Second, I would take everyday products, including those products that already had a sustainable alternative (like cotton bags instead of plastic), and improve upon them.
Third, I would try to get everything I sell certified. (Still working on it!)
I’m talking Organic, Bio Based, Vegan, Cruelty free, BPA free, ZERO Waste, Fair Trade – you name it, I want to represent it.
This will be easy right?
This would turn out to be more difficult than I thought. Way more…
The Problem and the Solution
The main goal of starting this business was to help people learn how to live a green, healthy, pollution-free lifestyle.
How can I, in good conscious, sell to people and contribute to this disease which is consumerism?
It took some time but I figured it out.
I made a rule:
I would only sell products that would naturally wear out anyway. Like toothbrushes. As far as I know there is no such thing as a toothbrush that lasts forever.
And if there was, it would be super gross!
I would also include things that run out. Like toothpaste or floss.
My thinking went like this:
I would make these consumable products more eco-friendly, user friendly and healthier for the person using them.
I would also offer replacements for products that were being banned. Like plastic bags and straws. People still need bags and a lot of people love to use straws. Even for coffee!
I also want to improve skin and hair care products.
I looked at the ingredients in most of my wife’s beauty products and they contain unnatural scents, parabens, glycols, alcohols and other nasty stuff.
Sure, these products work well.
But is that worth being poisoned slowly over your entire life?
I don’t think so. In the future, I plan to offer many zero-waste, chemical-free alternatives.
In my opinion, packaging needs to change. NOW!
If we don’t do something soon, we’ll be swimming in packaging that will take hundreds if not thousands of years to break down.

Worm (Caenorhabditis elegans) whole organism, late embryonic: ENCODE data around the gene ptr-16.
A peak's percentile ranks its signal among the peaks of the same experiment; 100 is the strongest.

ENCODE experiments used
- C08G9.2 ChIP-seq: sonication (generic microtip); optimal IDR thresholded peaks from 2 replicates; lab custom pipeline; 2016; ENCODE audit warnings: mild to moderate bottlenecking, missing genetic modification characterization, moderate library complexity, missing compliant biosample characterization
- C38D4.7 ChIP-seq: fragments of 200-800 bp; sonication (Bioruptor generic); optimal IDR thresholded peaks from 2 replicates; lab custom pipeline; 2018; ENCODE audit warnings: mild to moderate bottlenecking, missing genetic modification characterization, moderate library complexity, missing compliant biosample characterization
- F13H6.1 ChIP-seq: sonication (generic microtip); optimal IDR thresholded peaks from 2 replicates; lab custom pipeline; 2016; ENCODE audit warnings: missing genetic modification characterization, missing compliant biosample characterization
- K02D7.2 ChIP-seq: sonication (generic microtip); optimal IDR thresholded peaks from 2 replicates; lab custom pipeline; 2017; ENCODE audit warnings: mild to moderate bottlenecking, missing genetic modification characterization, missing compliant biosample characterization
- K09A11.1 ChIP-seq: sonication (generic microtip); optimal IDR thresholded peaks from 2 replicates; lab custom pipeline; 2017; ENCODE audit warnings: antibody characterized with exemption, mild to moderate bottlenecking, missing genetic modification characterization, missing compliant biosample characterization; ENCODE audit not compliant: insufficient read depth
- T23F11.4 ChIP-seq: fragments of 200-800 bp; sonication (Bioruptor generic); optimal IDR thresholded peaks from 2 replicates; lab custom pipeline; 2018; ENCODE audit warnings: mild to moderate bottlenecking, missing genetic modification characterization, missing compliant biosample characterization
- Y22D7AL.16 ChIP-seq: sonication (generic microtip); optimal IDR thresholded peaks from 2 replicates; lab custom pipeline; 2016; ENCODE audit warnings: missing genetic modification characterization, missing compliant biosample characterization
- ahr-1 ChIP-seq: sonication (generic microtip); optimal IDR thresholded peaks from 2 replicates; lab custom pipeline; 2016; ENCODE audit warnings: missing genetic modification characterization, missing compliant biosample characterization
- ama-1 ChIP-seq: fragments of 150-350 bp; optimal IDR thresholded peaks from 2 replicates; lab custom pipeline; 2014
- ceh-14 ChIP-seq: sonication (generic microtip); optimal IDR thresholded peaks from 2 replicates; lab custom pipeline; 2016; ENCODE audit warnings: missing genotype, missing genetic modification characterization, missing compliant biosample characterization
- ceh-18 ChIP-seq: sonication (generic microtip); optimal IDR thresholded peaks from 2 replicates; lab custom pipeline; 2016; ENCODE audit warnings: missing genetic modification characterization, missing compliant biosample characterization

I’m not just talking about my wife’s collection of beauty products under the sink.
I ordered bamboo toothbrushes from Amazon and they came in a giant bubble mailer.
You could have fit 10 boxes of toothbrushes in there!
Not only that, bubble mailers can’t be recycled. You have plastic stuck to paper.
When I was starting Oath, I would order samples from manufacturers.
I would get a box, wrapped in bubble wrap, wrapped in plastic, stuffed in another plastic bag!
That is why I decided, from the beginning, I would only ship in biodegradable envelopes and UN-bleached cardboard boxes that contain recycled content.
I also make sure all raw material is FSC certified and contains recycled content wherever possible.
Not only that, I’m collecting small boxes from my own online shopping, as well as from friends and family, to use for shipping. Why buy new when there are so many boxes out there?
Together We Can Make a Change
The number of people choosing to shop online continues to grow with no sign of ever slowing down.
If we don’t start changing the way we consume and how we conduct business, we’ll pay for it down the road.
My goal is to be part of that change.
I’m not new to reducing consumption. I got into the habit of refusing to buy things I don’t really need a long time ago.
This saves money, reduces clutter around the house and is an all-around good thing to practice.
I’m new to living zero waste, reducing plastic and using natural products. My goal is to learn as much as I can, change my lifestyle for the better and help you do it too!
Vote with your dollar. Only buy what you really need from businesses you trust. Make sure those things are natural, sustainably packaged and backed up with certifications.
We can learn to live better by sharing stories, ideas and supporting each other’s journey on the path to sustainability.
I hope you enjoyed reading how I got started.
Now it’s your turn.
Please leave a comment below about how you started down the path of sustainability.
I would love to hear YOUR story!